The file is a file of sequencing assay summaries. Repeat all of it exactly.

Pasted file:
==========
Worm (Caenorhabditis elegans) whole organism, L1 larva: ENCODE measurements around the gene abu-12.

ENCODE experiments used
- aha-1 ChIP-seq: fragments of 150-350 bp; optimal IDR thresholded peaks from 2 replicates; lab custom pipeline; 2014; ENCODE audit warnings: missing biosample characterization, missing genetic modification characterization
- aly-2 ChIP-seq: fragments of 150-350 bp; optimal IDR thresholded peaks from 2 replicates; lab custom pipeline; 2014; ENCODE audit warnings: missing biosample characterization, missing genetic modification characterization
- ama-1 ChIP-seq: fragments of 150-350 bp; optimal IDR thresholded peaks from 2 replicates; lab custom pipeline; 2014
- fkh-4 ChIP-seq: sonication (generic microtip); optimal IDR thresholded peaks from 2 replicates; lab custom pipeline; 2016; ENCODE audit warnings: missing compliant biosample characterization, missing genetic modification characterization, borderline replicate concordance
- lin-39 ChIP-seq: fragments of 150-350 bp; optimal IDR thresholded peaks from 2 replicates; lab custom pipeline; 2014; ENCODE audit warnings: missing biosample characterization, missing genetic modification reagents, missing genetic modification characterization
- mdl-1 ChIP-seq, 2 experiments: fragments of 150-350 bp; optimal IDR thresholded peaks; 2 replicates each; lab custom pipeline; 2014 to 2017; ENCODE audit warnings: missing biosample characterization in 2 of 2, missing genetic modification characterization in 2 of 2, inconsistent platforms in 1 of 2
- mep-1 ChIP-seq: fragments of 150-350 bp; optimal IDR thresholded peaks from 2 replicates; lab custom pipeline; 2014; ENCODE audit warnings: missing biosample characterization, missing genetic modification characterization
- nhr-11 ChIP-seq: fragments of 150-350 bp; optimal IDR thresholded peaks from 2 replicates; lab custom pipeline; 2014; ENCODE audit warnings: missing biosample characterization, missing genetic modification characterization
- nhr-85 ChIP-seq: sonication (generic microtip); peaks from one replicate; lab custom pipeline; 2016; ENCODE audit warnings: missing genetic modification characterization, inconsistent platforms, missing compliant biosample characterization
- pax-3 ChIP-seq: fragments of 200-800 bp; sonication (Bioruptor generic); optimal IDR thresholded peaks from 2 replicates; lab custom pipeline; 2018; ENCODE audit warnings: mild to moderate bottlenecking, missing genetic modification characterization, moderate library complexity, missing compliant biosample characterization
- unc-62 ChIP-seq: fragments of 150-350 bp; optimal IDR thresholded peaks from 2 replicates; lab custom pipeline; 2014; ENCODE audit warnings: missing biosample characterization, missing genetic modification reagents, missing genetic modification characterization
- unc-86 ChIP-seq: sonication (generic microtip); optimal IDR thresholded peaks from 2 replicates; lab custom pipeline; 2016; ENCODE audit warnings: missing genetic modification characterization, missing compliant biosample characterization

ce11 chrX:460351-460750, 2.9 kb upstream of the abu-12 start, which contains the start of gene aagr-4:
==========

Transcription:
Worm (Caenorhabditis elegans) whole organism, L1 larva: ENCODE measurements around the gene abu-12.

ENCODE experiments used
- aha-1 ChIP-seq: fragments of 150-350 bp; optimal IDR thresholded peaks from 2 replicates; lab custom pipeline; 2014; ENCODE audit warnings: missing biosample characterization, missing genetic modification characterization
- aly-2 ChIP-seq: fragments of 150-350 bp; optimal IDR thresholded peaks from 2 replicates; lab custom pipeline; 2014; ENCODE audit warnings: missing biosample characterization, missing genetic modification characterization
- ama-1 ChIP-seq: fragments of 150-350 bp; optimal IDR thresholded peaks from 2 replicates; lab custom pipeline; 2014
- fkh-4 ChIP-seq: sonication (generic microtip); optimal IDR thresholded peaks from 2 replicates; lab custom pipeline; 2016; ENCODE audit warnings: missing compliant biosample characterization, missing genetic modification characterization, borderline replicate concordance
- lin-39 ChIP-seq: fragments of 150-350 bp; optimal IDR thresholded peaks from 2 replicates; lab custom pipeline; 2014; ENCODE audit warnings: missing biosample characterization, missing genetic modification reagents, missing genetic modification characterization
- mdl-1 ChIP-seq, 2 experiments: fragments of 150-350 bp; optimal IDR thresholded peaks; 2 replicates each; lab custom pipeline; 2014 to 2017; ENCODE audit warnings: missing biosample characterization in 2 of 2, missing genetic modification characterization in 2 of 2, inconsistent platforms in 1 of 2
- mep-1 ChIP-seq: fragments of 150-350 bp; optimal IDR thresholded peaks from 2 replicates; lab custom pipeline; 2014; ENCODE audit warnings: missing biosample characterization, missing genetic modification characterization
- nhr-11 ChIP-seq: fragments of 150-350 bp; optimal IDR thresholded peaks from 2 replicates; lab custom pipeline; 2014; ENCODE audit warnings: missing biosample characterization, missing genetic modification characterization
- nhr-85 ChIP-seq: sonication (generic microtip); peaks from one replicate; lab custom pipeline; 2016; ENCODE audit warnings: missing genetic modification characterization, inconsistent platforms, missing compliant biosample characterization
- pax-3 ChIP-seq: fragments of 200-800 bp; sonication (Bioruptor generic); optimal IDR thresholded peaks from 2 replicates; lab custom pipeline; 2018; ENCODE audit warnings: mild to moderate bottlenecking, missing genetic modification characterization, moderate library complexity, missing compliant biosample characterization
- unc-62 ChIP-seq: fragments of 150-350 bp; optimal IDR thresholded peaks from 2 replicates; lab custom pipeline; 2014; ENCODE audit warnings: missing biosample characterization, missing genetic modification reagents, missing genetic modification characterization
- unc-86 ChIP-seq: sonication (generic microtip); optimal IDR thresholded peaks from 2 replicates; lab custom pipeline; 2016; ENCODE audit warnings: missing genetic modification characterization, missing compliant biosample characterization

ce11 chrX:460351-460750, 2.9 kb upstream of the abu-12 start, which contains the start of gene aagr-4: